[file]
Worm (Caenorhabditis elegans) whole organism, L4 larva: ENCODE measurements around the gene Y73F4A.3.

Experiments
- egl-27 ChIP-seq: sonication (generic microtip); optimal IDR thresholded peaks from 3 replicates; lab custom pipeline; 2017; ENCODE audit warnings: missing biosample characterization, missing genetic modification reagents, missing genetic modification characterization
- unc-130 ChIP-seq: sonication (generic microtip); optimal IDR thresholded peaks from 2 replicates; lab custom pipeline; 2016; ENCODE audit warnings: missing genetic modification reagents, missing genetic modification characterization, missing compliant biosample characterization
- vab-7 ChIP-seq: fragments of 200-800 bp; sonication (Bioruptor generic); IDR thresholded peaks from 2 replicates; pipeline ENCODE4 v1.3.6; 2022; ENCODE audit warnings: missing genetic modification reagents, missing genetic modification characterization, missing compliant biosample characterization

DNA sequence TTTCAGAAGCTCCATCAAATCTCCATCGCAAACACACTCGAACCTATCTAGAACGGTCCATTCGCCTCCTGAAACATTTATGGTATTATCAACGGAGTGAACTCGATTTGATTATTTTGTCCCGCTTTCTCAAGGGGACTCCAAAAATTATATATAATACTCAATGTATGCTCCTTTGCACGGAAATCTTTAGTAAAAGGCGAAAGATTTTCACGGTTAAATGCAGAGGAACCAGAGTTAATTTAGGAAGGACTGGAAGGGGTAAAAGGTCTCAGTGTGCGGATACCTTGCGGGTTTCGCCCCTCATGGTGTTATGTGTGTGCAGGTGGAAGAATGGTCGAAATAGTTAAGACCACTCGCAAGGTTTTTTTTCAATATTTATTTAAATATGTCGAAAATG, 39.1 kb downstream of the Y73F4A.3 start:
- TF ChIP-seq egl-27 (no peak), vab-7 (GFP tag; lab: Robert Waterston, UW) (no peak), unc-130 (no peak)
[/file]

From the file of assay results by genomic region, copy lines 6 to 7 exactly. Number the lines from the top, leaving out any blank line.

DNA sequence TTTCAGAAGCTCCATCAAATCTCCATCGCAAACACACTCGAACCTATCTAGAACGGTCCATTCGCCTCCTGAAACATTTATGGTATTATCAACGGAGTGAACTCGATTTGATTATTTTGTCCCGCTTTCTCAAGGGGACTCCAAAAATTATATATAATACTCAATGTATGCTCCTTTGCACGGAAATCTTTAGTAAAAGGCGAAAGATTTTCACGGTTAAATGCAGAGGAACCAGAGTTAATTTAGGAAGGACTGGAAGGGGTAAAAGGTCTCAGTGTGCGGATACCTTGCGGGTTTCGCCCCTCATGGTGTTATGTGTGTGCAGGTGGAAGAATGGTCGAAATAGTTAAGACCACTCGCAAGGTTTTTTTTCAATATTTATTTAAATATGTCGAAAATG, 39.1 kb downstream of the Y73F4A.3 start:
- TF ChIP-seq egl-27 (no peak), vab-7 (GFP tag; lab: Robert Waterston, UW) (no peak), unc-130 (no peak)